As a result, accountants have been hit with a “double peak” in business as they simultaneously juggle the tax needs of their clients, while helping them navigate the wave of new government stimulus measures announced in recent weeks.
Data NSW service shows that more than 292,000 business support requests had been filed by August 2021. About 82% of those requests were approved, for a total of $ 2.3 billion in payments. Of that amount, only $ 1.8 billion has been released, which means that many companies are still waiting for their stimulus payments.
Rising vaccination rates suggest there is light at the end of the tunnel, but until restrictions are relaxed, our small businesses are not yet out of the woods. In the meantime, accountants can play a vital role in helping small businesses access this support, not only for the benefit of individual livelihoods, but also the economy in general.
Keep up to date with new incentives
Keeping up to date with new regulations and government announcements is integral to being an accountant, but it has never been more important than during the pandemic. Since the start of the Delta epidemic, many new stimulus packages have been announced, with regular updates being made to these grants via daily press conferences.
In NSW alone, there are three types of grants available to businesses, all with different eligibility criteria, in addition to reductions in social charges.
In Victoria, companies also have access to a one-time government grant, while the Queensland government has also announcement financial support for small and medium-sized businesses impacted by containment.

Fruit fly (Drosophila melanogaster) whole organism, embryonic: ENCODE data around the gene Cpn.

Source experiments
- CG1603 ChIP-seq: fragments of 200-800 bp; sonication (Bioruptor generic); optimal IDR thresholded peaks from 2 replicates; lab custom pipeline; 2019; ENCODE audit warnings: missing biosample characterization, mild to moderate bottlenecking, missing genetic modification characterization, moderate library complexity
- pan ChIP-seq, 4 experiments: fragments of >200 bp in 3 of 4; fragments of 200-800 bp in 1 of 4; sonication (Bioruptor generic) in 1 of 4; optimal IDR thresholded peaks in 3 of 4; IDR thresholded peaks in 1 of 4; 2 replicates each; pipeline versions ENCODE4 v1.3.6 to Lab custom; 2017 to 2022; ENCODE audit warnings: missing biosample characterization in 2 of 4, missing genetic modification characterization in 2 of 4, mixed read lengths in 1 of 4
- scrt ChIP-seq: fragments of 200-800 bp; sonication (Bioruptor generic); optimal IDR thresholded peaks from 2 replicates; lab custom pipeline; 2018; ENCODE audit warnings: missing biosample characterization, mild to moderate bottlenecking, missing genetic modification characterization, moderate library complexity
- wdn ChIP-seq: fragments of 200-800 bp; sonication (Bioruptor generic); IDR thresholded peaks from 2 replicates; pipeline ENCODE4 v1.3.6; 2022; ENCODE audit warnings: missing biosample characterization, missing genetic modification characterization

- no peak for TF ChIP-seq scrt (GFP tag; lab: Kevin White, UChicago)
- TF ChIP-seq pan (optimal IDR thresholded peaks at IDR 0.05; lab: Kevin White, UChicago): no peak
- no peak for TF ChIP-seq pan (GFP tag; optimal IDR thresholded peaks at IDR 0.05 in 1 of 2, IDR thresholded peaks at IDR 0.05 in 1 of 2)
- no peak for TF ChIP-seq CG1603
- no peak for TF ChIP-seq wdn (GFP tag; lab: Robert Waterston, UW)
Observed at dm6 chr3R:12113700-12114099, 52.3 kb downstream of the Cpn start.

These grants are a lifeline for many small businesses; however, they can be notoriously difficult to understand and access. To provide the best possible support to clients, accountants need to stay on top of developments in stimulus plans and, most importantly, have a thorough understanding of the eligibility requirements for each of these grants.
Overcome the eligibility barrier
It is not enough to understand the eligibility criteria, accountants must also know how to prove it. A common eligibility criteria for COVID-19 government grants is that companies demonstrate a decline in revenue over a period of time. For many firms, identifying corporate clients that have experienced this drop in revenue can be a time-consuming process. This means that firms find it difficult to proactively offer their clients support with business grants, and instead rely on clients to contact them.
Additionally, for firms with client data spread across multiple accounting solutions, it is difficult to quickly compare their clients’ business performance over time. They are forced to manually go through each customer account one by one or run reports from different accounting applications. Fortunately, there are tools specifically designed for accountants that can consolidate and analyze client data in one place – and thus notify accountants of clients eligible for specific grants in real time.
Not only can these technologies help accountants save time, but they also help proactively engage client companies that may be eligible for a trade grant, and thus provide them with the advice they need as well as better client experience.
Technology is here to support, not to replace
Since the start of the pandemic, accountants across the country have worked tirelessly to support their corporate clients. For many practices that still work on legacy systems and outdated processes, much of this work has been manual and therefore incredibly time consuming.
With new Mechanisms such as cloud computing, automated payrolls, and blockchain technology make it increasingly easy for accountants to remain agile and adjust the way they work, even in an ever-changing COVID environment.
The industry is undergoing a monumental shift towards digitalization and this is something we need to embrace as a whole. Automation and other data-driven technologies are meant to free accountants, not constrain them. Companies that understand the potential and importance of these technologies – and invest in the tools and training necessary to help their accountants take full advantage of them – can deliver real added value to their clients over the long term and stay on top of them. ‘advance.
Businesses will reap the rewards – whether that’s by accessing COVID grants or making the most of tax time, while for accountants, it will free up time for what matters most – by providing the best customer service possible.
Kerry Agiasotis, President, The Access Group Asia-Pacific